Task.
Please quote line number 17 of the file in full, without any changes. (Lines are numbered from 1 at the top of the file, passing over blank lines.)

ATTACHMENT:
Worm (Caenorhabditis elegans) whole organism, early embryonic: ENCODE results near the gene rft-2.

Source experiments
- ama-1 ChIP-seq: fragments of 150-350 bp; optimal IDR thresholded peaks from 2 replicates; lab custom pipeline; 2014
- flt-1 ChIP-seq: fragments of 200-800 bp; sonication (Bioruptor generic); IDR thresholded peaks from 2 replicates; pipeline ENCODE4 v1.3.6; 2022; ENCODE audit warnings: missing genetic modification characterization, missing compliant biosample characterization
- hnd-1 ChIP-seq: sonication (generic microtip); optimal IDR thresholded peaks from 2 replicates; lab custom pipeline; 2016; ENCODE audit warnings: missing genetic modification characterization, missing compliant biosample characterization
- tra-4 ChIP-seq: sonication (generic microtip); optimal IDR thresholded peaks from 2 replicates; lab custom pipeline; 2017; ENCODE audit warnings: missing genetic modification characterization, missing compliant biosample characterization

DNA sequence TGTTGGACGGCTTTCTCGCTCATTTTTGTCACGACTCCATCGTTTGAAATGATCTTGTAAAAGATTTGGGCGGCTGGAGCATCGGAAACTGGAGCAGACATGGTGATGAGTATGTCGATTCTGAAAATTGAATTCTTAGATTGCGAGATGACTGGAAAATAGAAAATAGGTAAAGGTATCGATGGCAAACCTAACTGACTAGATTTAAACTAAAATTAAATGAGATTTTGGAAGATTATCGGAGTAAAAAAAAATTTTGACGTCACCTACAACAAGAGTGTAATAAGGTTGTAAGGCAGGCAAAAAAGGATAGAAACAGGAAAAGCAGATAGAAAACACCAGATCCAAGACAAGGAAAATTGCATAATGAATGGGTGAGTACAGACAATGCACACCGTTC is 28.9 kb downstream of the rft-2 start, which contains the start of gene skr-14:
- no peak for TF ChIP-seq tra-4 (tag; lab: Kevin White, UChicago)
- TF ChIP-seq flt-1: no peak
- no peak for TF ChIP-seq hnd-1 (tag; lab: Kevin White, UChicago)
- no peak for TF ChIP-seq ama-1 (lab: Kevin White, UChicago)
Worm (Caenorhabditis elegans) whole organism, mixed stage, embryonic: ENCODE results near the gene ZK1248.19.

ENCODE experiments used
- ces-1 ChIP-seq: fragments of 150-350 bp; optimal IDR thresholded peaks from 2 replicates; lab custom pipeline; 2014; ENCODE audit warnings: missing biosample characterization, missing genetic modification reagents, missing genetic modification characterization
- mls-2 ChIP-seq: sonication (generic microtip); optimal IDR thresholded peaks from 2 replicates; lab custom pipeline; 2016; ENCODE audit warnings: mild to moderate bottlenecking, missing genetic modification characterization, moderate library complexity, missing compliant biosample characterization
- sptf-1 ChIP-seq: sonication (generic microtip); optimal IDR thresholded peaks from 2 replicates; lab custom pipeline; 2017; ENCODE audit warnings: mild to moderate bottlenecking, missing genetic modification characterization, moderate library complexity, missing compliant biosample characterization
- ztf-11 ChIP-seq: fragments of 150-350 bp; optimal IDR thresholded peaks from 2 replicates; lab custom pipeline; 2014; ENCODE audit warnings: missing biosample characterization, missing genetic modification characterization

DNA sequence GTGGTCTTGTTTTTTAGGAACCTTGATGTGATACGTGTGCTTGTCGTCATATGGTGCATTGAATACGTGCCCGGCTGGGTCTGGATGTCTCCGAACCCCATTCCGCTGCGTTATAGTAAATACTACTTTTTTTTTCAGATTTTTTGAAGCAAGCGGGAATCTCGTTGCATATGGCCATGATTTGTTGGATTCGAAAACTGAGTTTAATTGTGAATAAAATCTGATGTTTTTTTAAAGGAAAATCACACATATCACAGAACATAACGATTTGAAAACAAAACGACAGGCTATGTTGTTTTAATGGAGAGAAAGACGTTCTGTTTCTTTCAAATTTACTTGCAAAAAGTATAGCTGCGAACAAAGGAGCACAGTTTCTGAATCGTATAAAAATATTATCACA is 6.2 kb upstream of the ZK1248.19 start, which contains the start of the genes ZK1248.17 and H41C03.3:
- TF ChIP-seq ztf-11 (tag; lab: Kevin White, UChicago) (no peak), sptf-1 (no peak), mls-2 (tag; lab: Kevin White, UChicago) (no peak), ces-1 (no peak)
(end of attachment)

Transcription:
- ztf-11 ChIP-seq: fragments of 150-350 bp; optimal IDR thresholded peaks from 2 replicates; lab custom pipeline; 2014; ENCODE audit warnings: missing biosample characterization, missing genetic modification characterization